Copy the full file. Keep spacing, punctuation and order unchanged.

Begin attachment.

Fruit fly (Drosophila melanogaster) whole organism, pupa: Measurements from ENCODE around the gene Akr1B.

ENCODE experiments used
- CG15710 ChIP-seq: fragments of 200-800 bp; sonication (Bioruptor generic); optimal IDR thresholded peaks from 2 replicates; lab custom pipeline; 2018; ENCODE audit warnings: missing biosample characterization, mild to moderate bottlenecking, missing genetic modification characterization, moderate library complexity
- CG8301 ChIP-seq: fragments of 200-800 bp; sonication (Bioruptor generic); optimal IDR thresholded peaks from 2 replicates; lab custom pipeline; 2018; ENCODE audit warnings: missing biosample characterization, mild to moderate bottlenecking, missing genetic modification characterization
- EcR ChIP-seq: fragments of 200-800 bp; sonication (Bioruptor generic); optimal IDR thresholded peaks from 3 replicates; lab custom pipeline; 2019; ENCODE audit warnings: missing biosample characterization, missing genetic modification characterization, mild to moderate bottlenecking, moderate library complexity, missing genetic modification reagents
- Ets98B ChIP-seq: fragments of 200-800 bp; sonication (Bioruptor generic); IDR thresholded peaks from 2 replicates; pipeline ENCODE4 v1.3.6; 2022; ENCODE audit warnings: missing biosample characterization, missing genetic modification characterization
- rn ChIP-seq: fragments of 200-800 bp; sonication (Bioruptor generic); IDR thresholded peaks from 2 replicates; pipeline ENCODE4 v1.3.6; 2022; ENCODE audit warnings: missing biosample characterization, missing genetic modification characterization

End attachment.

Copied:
Fruit fly (Drosophila melanogaster) whole organism, pupa: Measurements from ENCODE around the gene Akr1B.

ENCODE experiments used
- CG15710 ChIP-seq: fragments of 200-800 bp; sonication (Bioruptor generic); optimal IDR thresholded peaks from 2 replicates; lab custom pipeline; 2018; ENCODE audit warnings: missing biosample characterization, mild to moderate bottlenecking, missing genetic modification characterization, moderate library complexity
- CG8301 ChIP-seq: fragments of 200-800 bp; sonication (Bioruptor generic); optimal IDR thresholded peaks from 2 replicates; lab custom pipeline; 2018; ENCODE audit warnings: missing biosample characterization, mild to moderate bottlenecking, missing genetic modification characterization
- EcR ChIP-seq: fragments of 200-800 bp; sonication (Bioruptor generic); optimal IDR thresholded peaks from 3 replicates; lab custom pipeline; 2019; ENCODE audit warnings: missing biosample characterization, missing genetic modification characterization, mild to moderate bottlenecking, moderate library complexity, missing genetic modification reagents
- Ets98B ChIP-seq: fragments of 200-800 bp; sonication (Bioruptor generic); IDR thresholded peaks from 2 replicates; pipeline ENCODE4 v1.3.6; 2022; ENCODE audit warnings: missing biosample characterization, missing genetic modification characterization
- rn ChIP-seq: fragments of 200-800 bp; sonication (Bioruptor generic); IDR thresholded peaks from 2 replicates; pipeline ENCODE4 v1.3.6; 2022; ENCODE audit warnings: missing biosample characterization, missing genetic modification characterization